The House of the Devil – Fun
Like I mentioned in my review of “The Guest,” I love the 1980s, especially 80s horror, but one genre always kind of eluded me; the devil-worshiping/possession genre. I simply don’t find those types of films very scary or unnerving. This goes double for, get ready for it, “The Exorcist.” I simply don’t get the appeal of what so many people call “the scariest film ever made.” I also think the market has been flooded with these possession/evil house/devil worshiping found footage type films, and while they are low budget, and make a ton of money because we have enough sheep who go to the theater to waste their money with lackluster fare like that. But, every once in a while I’ll take the advice of a friend, or in this case a blog (thanks Slaughter Film) and go out on a limb and watch something I normally wouldn’t, and than I wonder to myself why it took so long to finally get around to this movie. That movie is 2009’s “The House of the Devil.” Directed by Ti West, who has also worked on the anthology series “V/H/S” and directed “The Sacrament” brings to glory of late 1970s and early 80s Gothic horror to life by recreating a film that is suspenseful and a crap ton of fun.
“House” is the tale of Samantha, a struggling college student looking to move out of her dorm room that is constantly being used by her over-sexed roommate. Desperate for money after finding the house of her dreams, Sam calls about a babysitting job the night of a lunar eclipse. After losing hope on the job, she receives a call from Mr. Ulman, the man who placed the babysitting ad. Dragging her friend Megan along, Sam accepts the job and heads to the Ulman residence. Upon arrival, as the viewer, you already have the sense that something isn’t quite right about Mr. Ulman, who is played to creepy perfection by consummate creeper, Tom Noonan. Creeped out, Sam is about to leave, but now desperate, Ulman tells Sam to name her price. She’s seizes the moment knowing that her new house is on the line. The film progresses with Sam exploring the house, hearing noises, and finally learning the secret the Ulmans have been hiding all along. To spoil the third act would be a disservice.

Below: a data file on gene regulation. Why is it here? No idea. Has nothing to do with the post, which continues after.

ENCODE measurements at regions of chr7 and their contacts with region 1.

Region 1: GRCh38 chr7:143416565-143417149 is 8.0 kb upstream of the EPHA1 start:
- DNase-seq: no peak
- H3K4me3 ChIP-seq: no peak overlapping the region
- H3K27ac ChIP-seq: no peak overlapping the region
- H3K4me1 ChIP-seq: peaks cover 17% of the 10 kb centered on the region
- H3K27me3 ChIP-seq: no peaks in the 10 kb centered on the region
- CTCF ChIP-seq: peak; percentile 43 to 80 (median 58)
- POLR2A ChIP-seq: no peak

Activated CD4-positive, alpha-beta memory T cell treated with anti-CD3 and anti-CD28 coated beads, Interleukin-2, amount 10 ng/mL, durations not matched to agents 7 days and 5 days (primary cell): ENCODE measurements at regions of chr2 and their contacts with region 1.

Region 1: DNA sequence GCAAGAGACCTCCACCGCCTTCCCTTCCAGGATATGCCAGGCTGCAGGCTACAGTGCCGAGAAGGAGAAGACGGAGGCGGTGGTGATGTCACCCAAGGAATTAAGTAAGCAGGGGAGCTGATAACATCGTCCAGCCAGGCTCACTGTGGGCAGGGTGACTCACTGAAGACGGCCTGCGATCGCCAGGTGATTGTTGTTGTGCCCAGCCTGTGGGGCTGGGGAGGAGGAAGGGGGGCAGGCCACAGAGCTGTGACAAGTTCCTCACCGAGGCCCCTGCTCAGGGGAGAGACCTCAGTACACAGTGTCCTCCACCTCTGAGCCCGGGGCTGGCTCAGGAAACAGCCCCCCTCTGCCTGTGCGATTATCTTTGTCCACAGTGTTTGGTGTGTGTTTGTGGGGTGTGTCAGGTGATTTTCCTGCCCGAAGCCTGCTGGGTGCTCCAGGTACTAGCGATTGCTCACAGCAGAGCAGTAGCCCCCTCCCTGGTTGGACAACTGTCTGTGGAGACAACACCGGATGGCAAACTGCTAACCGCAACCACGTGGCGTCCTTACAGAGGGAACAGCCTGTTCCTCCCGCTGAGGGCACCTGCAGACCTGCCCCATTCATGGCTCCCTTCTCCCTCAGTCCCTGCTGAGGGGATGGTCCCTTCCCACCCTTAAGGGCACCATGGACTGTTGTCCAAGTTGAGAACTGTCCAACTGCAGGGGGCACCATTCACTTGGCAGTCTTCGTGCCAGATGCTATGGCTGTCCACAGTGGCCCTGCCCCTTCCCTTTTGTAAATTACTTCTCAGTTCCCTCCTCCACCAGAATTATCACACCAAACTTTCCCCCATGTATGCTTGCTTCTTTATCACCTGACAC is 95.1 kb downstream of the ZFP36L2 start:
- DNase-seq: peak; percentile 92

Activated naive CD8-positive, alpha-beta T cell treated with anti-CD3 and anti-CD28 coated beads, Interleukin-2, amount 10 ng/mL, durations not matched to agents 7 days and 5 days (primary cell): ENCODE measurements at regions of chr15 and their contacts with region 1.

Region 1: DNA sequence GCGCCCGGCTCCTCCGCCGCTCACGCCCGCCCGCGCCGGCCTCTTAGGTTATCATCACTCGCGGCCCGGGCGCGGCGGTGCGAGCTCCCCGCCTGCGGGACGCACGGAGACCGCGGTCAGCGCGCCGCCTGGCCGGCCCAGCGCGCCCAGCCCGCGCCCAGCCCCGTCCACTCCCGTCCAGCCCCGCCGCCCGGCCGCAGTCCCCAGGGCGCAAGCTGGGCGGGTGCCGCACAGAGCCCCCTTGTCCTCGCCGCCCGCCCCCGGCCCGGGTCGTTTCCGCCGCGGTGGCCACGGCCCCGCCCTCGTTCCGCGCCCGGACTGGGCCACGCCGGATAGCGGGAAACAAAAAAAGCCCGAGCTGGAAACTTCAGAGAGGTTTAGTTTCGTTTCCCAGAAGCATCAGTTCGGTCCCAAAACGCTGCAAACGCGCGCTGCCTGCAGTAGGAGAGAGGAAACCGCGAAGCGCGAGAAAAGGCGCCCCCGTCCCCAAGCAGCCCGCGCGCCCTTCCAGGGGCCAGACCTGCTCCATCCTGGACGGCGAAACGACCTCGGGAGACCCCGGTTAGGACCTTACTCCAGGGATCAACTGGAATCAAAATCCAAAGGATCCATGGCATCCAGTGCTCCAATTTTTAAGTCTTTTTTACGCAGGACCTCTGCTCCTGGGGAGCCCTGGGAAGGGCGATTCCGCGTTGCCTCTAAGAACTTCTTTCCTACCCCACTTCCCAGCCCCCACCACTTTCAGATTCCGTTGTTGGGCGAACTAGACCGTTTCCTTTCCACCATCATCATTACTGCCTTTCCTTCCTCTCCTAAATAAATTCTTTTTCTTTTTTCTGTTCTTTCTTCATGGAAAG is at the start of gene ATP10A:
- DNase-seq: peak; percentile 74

What works so well in “House” is the look of the film. The opening credits are something right out of a Wes Craven film, mixed with Hammer Horror, and a dash of Italian giallo. The hair styles are to the era, the score is reminiscent of something Ric Ocasek. However, even with all of these 80s elements, the film is still very contemporary and can fit into any era.
The one gripe I see that people could have is the pacing of the “House.” There isn’t a whole lot of “action” until about an hour into the film, but just like the films of yore, the build-up is part of the fun of this film. However, in this day and age of instant gratification, jump scares, and found-footage dredge (which is ironic since I actually enjoyed “V/H/S”) it’s refreshing to see a movie like “House” but I”m sure that’s the reason why this film hasn’t gotten much traction outside of die-hard horror fans who have been watching the genre for decades.
Overall, “The House of the Devil” is great and it pains me to think that it took me so long to finally get around to this film. The production design is strong, the acting is believable and likable, and the villains are creepy. It’s everything that you would want in a suspenseful horror film. New school kids beware, this IS your Daddy’s horror film.
Fun Fact: The Church of Satan was founded by Anton LaVey in 1966